Insecticide resistance, coupled with the regulatory withdrawal of a number of older insecticides, is creating a potential crisis for insect management in grain crops. This is prompting advisers to re-think the sustainability of their strategies of managing insect pests.
These GRDC-funded workshops are targeted at agronomic advisers who seek improved understanding of insects and their management with the view to implement more sustainable insect management practices with their clients. In practice, this will mean an increased use of tactics such as scouting, the use of thresholds, consideration of paddock history and farm planning in relation to pest management, understanding pest ecology, consideration of the role and impact of beneficial insects on pest populations and replacing prophylactic broad spectrum insecticide applications with softer alternatives where possible. The program will assist advisers to develop decision making processes for cost effective integrated insect management.
Workshops were held at:
- Dubbo and Wagga Wagga (March 2013)
- Adelaide and Horsham (July 2013)
- Dalby and Moree (August 2013)
- Wellington, Forbes and Griffith (September 2013)
- Pittsworth and Goondiwindi (February 2014)
- Casino and Grafton (February 2014)
- Kadina, Kapunda, Albury, Bendigo, & Horsham (April 2014)
- Campbell Town, Lake Bolac, & Cummins (September 2014)
- Narromine, Gunnedah, & Warialda (September 2014)
- Moura and Emerald (February 2015)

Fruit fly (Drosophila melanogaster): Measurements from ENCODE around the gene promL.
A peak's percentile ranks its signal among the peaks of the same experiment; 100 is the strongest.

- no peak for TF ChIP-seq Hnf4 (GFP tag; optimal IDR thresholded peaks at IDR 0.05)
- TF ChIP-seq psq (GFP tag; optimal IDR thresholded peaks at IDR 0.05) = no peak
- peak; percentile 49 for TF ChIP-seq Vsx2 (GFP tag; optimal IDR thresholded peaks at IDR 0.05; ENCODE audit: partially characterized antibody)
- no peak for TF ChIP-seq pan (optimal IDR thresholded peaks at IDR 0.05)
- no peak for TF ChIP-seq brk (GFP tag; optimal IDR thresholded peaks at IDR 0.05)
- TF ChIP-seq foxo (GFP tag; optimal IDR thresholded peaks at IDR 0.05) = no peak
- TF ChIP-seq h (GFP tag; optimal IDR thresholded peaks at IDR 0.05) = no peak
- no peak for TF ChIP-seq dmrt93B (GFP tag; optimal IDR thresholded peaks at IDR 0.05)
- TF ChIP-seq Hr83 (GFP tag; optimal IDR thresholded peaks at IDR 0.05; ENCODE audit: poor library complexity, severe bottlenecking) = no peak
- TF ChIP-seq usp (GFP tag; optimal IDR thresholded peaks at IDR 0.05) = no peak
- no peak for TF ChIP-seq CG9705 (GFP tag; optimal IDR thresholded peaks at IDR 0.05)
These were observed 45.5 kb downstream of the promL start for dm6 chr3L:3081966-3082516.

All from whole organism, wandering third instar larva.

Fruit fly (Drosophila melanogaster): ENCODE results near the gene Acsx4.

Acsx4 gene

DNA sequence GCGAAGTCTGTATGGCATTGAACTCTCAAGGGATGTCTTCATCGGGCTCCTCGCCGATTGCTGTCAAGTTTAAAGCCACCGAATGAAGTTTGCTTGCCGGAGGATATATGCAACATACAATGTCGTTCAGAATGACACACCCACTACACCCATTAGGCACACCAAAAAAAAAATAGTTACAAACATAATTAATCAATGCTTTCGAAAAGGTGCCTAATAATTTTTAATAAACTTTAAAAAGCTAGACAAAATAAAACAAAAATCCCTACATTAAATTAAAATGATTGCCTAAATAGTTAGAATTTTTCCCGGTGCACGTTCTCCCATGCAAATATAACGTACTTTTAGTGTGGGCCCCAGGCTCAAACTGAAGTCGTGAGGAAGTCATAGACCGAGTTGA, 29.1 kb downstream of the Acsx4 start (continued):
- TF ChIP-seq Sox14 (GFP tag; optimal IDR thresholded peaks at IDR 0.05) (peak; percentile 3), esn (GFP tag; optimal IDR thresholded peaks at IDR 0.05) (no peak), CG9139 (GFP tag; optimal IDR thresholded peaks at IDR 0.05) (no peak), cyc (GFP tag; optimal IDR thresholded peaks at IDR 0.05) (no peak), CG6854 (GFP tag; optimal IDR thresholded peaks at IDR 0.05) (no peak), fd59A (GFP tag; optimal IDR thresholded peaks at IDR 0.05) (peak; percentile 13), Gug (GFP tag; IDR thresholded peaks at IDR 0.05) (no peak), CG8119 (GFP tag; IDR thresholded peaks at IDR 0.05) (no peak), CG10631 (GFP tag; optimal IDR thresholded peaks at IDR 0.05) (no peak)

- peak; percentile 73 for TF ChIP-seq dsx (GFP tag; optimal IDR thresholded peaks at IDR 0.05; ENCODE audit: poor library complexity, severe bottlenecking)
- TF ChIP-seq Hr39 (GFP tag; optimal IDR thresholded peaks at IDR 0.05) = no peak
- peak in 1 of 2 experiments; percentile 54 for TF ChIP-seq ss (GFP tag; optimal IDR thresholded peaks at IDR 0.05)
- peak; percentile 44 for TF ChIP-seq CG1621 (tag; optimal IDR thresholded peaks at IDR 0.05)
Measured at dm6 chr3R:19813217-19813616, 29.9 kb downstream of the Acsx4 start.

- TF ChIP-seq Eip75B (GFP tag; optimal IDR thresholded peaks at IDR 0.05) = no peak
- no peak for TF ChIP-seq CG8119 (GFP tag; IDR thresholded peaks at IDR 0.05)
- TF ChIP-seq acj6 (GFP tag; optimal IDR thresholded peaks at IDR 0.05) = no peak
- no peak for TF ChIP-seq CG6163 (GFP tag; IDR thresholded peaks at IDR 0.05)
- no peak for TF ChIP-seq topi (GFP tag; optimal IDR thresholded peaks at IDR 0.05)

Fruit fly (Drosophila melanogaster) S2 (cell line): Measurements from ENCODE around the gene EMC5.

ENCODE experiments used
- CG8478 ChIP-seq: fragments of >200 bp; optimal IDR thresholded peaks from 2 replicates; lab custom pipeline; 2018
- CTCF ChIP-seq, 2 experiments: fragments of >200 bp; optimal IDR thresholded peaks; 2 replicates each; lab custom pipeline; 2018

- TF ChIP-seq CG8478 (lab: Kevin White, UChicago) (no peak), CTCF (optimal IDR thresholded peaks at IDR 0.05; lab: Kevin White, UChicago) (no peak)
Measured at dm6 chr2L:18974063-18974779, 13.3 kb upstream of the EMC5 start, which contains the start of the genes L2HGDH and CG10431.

Click on the relevant workshop above to see a list of presented topics (PowerPoint presentations available as pdfs).
View an interactive map of where the workshops were held.
Key learning areas included:
- Implementing an integrated approach to insect management and the associated decision making process
- Monitoring, record keeping and thresholds
- Integrated pest management tools including cultural control, the conservation of beneficial insects and ‘softer’ or more ‘selective’ insecticide options
- Management of establishment pests and in-crop pests
- Key pests and management strategies for regionally important crops
Participants were given access to a wide range of downloadable and on-line resources including the 212 page iSPY manual (produced by the National Invertebrate Pest Initiative), GRDC Fact sheets, Ute Guides and Backpocket guides, and course notes and PowerPoint presentations.
The project team was drawn from the following organisations, and the project co-funded by these organisations and the GRDC (Project code: DAQ00179).
Clicking on a logo will direct you to their website.